Facebook page denounces alleged bribe attempt by Costa Rica’s ruling National Liberation Party
The owner of a humorous Costa Rican Facebook page called “Humor a lo Tico” on Sunday posted a message claiming a campaign worker for ruling National Liberation Party’s presidential candidate Johnny Araya offered him a monthly fee in exchange for publishing information attacking other candidates. The owner of the page also claimed he was instructed “to leave Araya alone.”
“José,” as he describes himself, posted an audio file of a telephone conversation he allegedly had with a PLN campaign worker detailing the agreement.
He also said the PLN has been creating messages and Internet memes on similar humor pages. Some of these messages – which have widely circulated in recent days – target Broad Front Party candidate and current lawmaker José María Villalta.
“José” claimed that the PLN “bought these pages” with monthly payments of ₡50,000-₡100,000 ($100-$200).
A voice on the recording can be heard asking “José” if ₡100,000 a month was sufficient to allow Liberation campaign workers to “manage” all Araya-related content on the Facebook page and give them access to publish “whatever they want, without any restriction.” Although he did not identify the person in the conversation, “José” claimed he knows that person’s identity and has other recordings from PLN members.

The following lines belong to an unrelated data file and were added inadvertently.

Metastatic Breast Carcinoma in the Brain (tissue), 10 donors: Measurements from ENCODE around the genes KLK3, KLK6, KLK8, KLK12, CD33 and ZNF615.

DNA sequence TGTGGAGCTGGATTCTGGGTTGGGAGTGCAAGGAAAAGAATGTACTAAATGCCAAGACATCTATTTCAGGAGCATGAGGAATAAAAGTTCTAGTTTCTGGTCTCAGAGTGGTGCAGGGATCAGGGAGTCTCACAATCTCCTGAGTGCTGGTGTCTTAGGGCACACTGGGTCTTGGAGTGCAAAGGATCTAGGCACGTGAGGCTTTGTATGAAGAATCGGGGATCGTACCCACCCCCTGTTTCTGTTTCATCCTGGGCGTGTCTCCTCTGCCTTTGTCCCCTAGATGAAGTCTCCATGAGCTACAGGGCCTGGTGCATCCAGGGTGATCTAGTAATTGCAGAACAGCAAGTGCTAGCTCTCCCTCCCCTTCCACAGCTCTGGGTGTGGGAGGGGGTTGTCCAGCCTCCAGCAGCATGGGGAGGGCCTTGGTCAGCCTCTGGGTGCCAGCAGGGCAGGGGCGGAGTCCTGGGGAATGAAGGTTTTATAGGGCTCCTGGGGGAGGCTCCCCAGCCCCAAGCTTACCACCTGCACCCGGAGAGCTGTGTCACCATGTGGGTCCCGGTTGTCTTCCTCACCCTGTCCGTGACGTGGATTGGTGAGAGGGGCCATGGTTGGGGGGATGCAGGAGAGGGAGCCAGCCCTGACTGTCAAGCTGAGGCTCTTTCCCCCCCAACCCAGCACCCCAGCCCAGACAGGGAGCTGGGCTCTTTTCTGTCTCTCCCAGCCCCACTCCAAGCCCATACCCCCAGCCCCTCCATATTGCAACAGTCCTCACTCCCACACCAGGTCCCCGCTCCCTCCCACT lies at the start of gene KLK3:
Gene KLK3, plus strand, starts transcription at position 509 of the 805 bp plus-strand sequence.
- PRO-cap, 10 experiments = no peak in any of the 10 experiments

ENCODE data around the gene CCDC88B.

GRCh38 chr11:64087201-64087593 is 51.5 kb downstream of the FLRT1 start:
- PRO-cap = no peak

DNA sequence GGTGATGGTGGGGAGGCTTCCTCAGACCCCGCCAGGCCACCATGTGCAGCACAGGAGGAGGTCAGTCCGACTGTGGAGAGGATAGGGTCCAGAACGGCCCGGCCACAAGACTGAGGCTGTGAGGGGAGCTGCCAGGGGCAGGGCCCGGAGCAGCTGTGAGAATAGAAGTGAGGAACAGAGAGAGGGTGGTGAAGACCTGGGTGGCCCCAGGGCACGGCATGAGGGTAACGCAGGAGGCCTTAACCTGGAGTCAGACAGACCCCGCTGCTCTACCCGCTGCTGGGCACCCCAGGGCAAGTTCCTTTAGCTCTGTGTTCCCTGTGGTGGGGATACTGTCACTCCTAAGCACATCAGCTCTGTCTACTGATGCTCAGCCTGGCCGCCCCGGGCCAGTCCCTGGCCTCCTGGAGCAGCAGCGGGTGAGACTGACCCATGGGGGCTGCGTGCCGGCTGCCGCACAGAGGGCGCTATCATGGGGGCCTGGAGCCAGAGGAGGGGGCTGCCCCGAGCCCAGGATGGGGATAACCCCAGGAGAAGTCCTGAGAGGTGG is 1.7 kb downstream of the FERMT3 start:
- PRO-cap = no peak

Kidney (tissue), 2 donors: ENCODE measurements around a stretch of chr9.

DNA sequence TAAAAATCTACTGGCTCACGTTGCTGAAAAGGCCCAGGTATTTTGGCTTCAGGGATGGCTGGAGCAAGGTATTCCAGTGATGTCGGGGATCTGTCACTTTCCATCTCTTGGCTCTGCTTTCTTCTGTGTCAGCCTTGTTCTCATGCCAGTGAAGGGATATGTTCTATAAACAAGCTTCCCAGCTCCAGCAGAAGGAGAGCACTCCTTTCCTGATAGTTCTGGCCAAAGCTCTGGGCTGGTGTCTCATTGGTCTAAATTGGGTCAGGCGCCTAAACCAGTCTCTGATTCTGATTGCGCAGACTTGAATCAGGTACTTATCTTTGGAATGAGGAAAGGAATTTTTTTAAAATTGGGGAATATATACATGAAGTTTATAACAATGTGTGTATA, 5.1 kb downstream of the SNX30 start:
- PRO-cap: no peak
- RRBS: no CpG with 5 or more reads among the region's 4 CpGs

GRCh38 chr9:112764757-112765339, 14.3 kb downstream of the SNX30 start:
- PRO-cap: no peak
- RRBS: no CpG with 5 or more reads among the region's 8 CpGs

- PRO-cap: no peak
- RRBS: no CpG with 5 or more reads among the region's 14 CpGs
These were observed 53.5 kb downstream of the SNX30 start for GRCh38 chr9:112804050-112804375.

PLN campaign manager Rolando González on Tuesday denied any involvement in the case and called it a “smear campaign aimed at discrediting Araya and his party.”
He said opposition parties are behind the accusations and called for a “public condemnation” of them.
Villalta on Monday told the daily La República that “all these attacks will backfire, as hundreds of thousands of Costa Ricans now realize how low the PLN can go.” He added that his campaign is not affected by the online messages: “On the contrary, I see my campaign strengthened as people become aware of PLN strategies of deception.”
Araya continues to lead polling of potential voters ahead of February’s elections, while Villalta is in third, according to a University of Costa Rica poll, behind second-place Otto Guevara of the Libertarian Movement Party.
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